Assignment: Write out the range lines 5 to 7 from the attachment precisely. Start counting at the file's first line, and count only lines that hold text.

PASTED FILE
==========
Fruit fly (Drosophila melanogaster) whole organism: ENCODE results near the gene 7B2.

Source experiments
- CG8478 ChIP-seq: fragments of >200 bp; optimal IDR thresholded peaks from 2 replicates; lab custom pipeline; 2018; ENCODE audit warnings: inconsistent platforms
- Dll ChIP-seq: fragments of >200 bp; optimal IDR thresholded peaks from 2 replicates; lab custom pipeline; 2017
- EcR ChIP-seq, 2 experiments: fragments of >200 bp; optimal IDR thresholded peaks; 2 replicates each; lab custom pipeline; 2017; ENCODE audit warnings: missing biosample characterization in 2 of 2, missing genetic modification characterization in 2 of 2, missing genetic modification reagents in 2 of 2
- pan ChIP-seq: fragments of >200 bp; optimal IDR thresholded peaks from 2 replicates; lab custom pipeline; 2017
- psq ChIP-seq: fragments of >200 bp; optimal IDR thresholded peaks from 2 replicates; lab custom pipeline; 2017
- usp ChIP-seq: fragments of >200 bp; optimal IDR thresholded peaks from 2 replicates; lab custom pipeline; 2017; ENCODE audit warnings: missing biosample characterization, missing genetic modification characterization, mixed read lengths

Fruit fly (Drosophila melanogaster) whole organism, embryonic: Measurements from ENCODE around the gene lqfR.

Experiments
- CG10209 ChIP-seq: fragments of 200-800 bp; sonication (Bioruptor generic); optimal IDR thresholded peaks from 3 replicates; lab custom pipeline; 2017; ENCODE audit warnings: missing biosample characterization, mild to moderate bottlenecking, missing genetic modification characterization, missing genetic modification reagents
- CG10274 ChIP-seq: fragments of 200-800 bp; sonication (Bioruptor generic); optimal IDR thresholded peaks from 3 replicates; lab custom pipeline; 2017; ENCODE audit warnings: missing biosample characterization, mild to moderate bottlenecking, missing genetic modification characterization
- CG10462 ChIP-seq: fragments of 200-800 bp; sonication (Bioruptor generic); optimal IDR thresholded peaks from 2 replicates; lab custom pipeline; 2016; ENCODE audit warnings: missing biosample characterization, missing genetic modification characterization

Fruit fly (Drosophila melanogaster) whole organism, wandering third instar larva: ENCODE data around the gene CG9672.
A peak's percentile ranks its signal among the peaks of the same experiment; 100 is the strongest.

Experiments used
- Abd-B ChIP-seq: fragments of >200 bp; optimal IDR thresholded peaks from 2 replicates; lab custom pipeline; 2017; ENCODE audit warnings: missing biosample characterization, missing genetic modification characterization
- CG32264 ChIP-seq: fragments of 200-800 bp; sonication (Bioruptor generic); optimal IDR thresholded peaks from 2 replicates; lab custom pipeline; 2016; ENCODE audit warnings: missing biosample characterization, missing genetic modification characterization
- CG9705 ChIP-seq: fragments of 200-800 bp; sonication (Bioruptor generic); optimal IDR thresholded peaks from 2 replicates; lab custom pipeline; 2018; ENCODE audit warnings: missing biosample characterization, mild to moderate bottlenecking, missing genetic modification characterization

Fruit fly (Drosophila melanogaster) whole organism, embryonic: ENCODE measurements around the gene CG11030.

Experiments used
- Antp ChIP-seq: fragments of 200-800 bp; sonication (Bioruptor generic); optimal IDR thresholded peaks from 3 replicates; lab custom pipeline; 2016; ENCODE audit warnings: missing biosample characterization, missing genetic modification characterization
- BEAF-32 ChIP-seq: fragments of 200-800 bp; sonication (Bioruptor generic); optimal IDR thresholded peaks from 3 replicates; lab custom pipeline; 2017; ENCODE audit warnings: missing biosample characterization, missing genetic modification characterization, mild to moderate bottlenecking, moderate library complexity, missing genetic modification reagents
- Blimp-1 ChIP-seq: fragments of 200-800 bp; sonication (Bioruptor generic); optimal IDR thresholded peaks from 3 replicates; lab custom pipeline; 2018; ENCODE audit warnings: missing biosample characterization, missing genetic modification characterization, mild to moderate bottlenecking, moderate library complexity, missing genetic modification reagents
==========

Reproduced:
- EcR ChIP-seq, 2 experiments: fragments of >200 bp; optimal IDR thresholded peaks; 2 replicates each; lab custom pipeline; 2017; ENCODE audit warnings: missing biosample characterization in 2 of 2, missing genetic modification characterization in 2 of 2, missing genetic modification reagents in 2 of 2
- pan ChIP-seq: fragments of >200 bp; optimal IDR thresholded peaks from 2 replicates; lab custom pipeline; 2017
- psq ChIP-seq: fragments of >200 bp; optimal IDR thresholded peaks from 2 replicates; lab custom pipeline; 2017